QOTD: What's the Optimal Manufacturing Mix for Profitability?
In last Wednesday’s Question of the Day post, we asked you to build the perfect manufacturer lineup. As you responded and built your hodgepodge lists of desirable present day cars from various manufacturers, capitalist and commenter Dal20402 had something else on his mind: profitability.
Propulsion, platforms, and product planning are on the agenda today. What combination is the most profitable?
The basis of all vehicles is, of course, the platform residing underneath all the pretty (or ugly, if it’s a Toyota) metal. Companies like Volkswagen have perfected the art of the modular platform, which is easily scalable up or down depending on the required usage. How many platforms does a full-line manufacturer need these days?
With platforms established, thoughts turn to the metal rectangle under the hood; whether that means battery or engine is up to you. In this age of EVs, small displacements and turbocharging, how many different types of propulsion do you need? Or perhaps, what are the fewest number of engines a company can attach to the widest number of vehicles?
The final concern in today’s discussion is how the power established above gets to the road. Are CVTs worth the trouble, or should manufacturers stick to the established conventional automatic? For profit’s sake, is it necessary to offer a manual at all? Is all-wheel drive (or 4×4 real-quad-track whatever) the best way to add a couple grand to each and every vehicle on the lot?
Before we turn you loose in the comments, remember that today we’re talking maximum profits, which is very different to Internet Car Enthusiast appeal or reliability.
Thanks to Dal20402 for suggesting today’s question. If you’ve got your own QOTD to send me, forward it via electronic telegram to email@example.com.
Bill on May 10, 2018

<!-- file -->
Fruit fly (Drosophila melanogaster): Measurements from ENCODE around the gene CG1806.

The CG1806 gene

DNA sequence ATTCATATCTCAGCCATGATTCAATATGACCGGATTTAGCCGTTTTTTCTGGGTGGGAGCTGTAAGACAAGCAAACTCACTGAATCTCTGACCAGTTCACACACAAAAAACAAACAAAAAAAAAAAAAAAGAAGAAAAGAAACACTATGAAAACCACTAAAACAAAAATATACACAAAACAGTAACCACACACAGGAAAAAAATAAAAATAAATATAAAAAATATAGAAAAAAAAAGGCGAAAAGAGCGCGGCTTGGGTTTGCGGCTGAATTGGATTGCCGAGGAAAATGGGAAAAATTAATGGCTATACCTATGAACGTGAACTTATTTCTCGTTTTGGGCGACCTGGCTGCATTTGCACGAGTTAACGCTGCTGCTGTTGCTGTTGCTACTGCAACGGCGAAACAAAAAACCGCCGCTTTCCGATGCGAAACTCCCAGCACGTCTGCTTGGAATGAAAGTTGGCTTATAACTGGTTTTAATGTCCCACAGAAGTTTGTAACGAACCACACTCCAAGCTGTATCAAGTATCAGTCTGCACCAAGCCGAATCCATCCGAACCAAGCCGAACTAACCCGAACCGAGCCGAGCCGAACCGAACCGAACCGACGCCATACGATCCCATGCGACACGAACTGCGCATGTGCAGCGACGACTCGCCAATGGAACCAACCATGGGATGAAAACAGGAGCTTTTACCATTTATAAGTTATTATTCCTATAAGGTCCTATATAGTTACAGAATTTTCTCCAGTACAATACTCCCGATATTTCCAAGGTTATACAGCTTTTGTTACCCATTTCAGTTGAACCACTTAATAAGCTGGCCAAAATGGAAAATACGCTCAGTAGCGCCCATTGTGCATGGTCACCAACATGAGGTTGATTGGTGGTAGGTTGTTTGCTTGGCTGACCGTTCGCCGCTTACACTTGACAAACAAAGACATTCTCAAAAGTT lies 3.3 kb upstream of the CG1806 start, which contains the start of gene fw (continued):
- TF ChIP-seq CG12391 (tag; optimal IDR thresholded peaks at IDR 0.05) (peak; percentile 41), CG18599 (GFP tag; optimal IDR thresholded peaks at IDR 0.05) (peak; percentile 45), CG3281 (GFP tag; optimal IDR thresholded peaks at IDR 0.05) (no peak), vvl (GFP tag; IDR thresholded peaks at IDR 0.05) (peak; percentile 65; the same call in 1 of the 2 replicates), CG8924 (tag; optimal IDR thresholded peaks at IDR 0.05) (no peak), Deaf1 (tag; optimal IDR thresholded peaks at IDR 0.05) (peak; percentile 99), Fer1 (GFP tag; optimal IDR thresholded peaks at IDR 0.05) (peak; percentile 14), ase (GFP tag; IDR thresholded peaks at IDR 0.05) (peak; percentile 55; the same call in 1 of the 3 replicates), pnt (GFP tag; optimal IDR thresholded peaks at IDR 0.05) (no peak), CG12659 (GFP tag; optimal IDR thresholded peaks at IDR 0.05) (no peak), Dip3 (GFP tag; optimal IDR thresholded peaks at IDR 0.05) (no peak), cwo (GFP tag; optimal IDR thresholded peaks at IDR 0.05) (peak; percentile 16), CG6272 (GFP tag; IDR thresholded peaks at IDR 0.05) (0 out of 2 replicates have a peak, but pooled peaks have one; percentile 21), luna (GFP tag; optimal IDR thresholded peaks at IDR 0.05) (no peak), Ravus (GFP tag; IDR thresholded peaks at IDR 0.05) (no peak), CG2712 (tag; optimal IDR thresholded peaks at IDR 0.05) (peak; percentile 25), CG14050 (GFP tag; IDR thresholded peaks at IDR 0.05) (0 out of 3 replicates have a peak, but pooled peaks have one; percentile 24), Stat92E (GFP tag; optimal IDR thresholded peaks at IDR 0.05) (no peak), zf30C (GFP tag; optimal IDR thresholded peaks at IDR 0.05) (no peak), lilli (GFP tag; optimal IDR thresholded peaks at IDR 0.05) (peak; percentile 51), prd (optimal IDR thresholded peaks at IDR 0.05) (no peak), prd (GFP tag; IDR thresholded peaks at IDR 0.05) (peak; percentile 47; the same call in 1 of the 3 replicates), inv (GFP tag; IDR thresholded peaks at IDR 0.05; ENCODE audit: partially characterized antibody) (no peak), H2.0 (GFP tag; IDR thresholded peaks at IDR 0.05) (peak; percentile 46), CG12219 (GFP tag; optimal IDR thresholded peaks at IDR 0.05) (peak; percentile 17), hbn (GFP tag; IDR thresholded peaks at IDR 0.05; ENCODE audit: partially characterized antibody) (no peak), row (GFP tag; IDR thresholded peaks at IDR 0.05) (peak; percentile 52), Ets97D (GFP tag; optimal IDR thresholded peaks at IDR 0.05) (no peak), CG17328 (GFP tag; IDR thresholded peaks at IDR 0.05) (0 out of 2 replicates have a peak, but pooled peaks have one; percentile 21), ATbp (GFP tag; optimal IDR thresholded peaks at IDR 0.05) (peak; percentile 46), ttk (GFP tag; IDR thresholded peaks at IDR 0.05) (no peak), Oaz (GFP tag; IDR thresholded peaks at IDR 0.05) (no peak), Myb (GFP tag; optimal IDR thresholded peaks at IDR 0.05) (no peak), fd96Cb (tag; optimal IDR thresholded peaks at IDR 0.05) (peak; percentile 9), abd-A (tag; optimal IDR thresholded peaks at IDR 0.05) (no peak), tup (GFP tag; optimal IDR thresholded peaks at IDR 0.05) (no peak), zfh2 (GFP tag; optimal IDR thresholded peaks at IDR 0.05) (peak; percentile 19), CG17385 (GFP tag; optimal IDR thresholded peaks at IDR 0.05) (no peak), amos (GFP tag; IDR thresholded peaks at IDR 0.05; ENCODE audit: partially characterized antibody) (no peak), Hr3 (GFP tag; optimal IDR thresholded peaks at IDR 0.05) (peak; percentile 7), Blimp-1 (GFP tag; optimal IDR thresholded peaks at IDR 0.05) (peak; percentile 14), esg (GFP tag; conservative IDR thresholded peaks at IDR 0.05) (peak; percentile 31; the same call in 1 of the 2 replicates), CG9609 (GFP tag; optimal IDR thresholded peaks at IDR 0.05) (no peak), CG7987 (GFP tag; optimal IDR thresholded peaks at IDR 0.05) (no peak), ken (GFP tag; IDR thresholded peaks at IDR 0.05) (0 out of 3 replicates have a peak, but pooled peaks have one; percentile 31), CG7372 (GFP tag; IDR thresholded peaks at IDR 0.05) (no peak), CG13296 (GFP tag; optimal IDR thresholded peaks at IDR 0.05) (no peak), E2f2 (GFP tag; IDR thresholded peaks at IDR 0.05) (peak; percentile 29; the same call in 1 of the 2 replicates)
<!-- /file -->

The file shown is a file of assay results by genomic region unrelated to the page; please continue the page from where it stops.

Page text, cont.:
Corey asked: "How many platforms does a full-line manufacturer need these days?" I understand how he arrived at this question, as a follow-up to yesterday's discussion; but it's the wrong question. Of course it's smart for manufacturers to use each platform for as many models as possible. The extent to which this can be done is a matter of the technology of building cars, which I know nothing about. The real way to make money is to use each platform for as many brands as possible. This is the key to VW's success. Everyone knows that a SEAT is built from VW's parts bin. Everyone knows that a Skoda copies last year's Audi technology. No doubt buyer see this as a good thing. If last year's technology was good enough for Audi, it's certainly good enough for a medium-priced Skoda. And VW doesn't cheap out on sheet metal. They maintain a distinctive brand identity for each by making the cars look different. I assume that PSA intends to follow the same pattern. They will use the same platforms for all their brands, but they will not build Peugeots in England and Germany. They will make a model that appears different to sell as a Vauxhall in England. They will build something *German* to sell as an Opel in Germany. As I understand it, even Toyota does the same thing, at least in Japan. We tend to think of Toyota as equivalent to Chevy, but we should think of it as equivalent to GM. The different Toyota stores in Japan are like different brands. I don't know how it works, but Toyota must feel they can sell more cars by appealing to different buyers in different ways. The Chinese certainly understand this. An article just above this one explains that Lotus will build a CUV using the Volvo platform (that Geely paid for.) Will it be the same as the Volvo, but with different grill and tail lights? Of course not. They will use it to build the Lotus brand identity. And Geely will use the platform for one, or several, brands in China. American manufacturers have had very few successes with this strategy. A rare example is the 1983 Ford Thunderbird/ Mercury Cougar. Using the same chassis and mostly the same body, they built two cars that did not cannibalize each other. People who liked the Thunderbird hated the Cougar; people who liked the Cougar didn't like the Thunderbird. But for the most part, American manufacturers have failed badly, trying to make a quick buck by skimping on the development of distinctive brands. One need only mention the Cadillac Cimarron for proof of this.
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